From its inception in 1914, the Women’s Bar Association of Illinois has been at the forefront of the fight for women’s equality. We were instrumental in passing the 19th Amendment granting women the right to vote 101 years ago, and we’ve been relentless ever since. This bar year is no exception.
We joined forces with 28 women bar associations across the country to write an amicus brief on Dobbs v. Jackson Women’s Health Organization, where the U.S. Supreme Court has the occasion to overturn Roe v. Wade and Casey v. Planned Parenthood. Our brief argues strongly that the Mississippi 15-week abortion ban is unconstitutional and should be struck down by Roe and Casey, and that stare decisis and reliance dictate this result. The Supreme Court set oral argument on December 1. We partnered with the Appellate Lawyers Association to present a panel called The Supreme Court and the Future of Abortion on November 16, to explain the issues and how we can advocate on the appellate level.
We also have our sights on paid family leave. We are committed to Illinois becoming the 9th state to pass parental leave legislation, which is crucial in ensuring women stay in the workforce and achieve parity with their male counterparts. We reactivated WILpower—a political action committee standing for “Women in Law Power”—to hire a lobbyist to give us a seat at the table not only in Springfield but on the federal level in Washington, D.C., for President Biden’s Build Back Better agenda.
To advance this important issue we are presenting a panel of legislators, business owners and advocates like U.S. Representative Jan Schakowsky and Dentons Managing Partner Leah Bruno on December 15.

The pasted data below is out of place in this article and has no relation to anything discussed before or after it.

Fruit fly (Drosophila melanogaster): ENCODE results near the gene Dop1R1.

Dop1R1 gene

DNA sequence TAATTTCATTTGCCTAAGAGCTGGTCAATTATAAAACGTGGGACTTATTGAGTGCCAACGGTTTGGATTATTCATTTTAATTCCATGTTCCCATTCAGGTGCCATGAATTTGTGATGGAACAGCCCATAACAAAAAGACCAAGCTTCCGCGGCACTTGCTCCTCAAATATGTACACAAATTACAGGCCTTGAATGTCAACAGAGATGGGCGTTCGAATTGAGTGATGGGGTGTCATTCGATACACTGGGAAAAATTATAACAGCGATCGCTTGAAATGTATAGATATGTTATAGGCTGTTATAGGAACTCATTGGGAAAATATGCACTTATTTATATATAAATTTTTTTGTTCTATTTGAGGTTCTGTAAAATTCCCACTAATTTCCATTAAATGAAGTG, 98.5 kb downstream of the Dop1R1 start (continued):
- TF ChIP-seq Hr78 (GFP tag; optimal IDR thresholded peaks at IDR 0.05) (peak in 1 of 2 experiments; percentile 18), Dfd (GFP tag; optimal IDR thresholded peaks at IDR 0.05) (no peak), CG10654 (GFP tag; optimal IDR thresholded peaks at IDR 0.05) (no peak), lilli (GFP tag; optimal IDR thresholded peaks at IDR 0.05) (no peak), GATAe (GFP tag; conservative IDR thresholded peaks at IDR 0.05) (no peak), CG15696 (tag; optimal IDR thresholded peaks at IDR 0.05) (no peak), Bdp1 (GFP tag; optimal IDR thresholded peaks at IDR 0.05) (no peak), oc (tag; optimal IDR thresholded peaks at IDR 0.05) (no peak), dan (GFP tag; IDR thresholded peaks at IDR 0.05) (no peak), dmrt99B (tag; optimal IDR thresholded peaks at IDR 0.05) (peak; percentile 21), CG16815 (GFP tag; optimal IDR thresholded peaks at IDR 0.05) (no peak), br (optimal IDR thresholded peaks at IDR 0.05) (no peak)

We are also excited to announce the new class of Top Women Leaders the Law in an online reception on December 9. We created the award in recognition that while women have made strides in leadership roles like making partner, numbers remain stagnant and do not reflect the proportion of women practicing law. Over the years we interviewed these women leaders to ask why that is. They all articulated one vital principle: flexibility. Flexibility at home in the form of supportive partners so they can be at work when they need to be, and flexibility at work in the form of understanding superiors, so they could be at home when they need to be.
We call on superiors to provide that flexibility at work. Before COVID, it might derail a woman from the partnership track to ask for a flexible work schedule, like working from home part-time. This past year has shown us that even in litigation, we can be productive from home. We ask the decision makers to consider retaining flexible work from home policies even after COVID is over.
On behalf of the Board of Directors, thank you for your continued membership and support of our organization. Our strong, exciting start to the bar year is only gaining momentum. How can you be a part of it?
WBAI President 2021-2022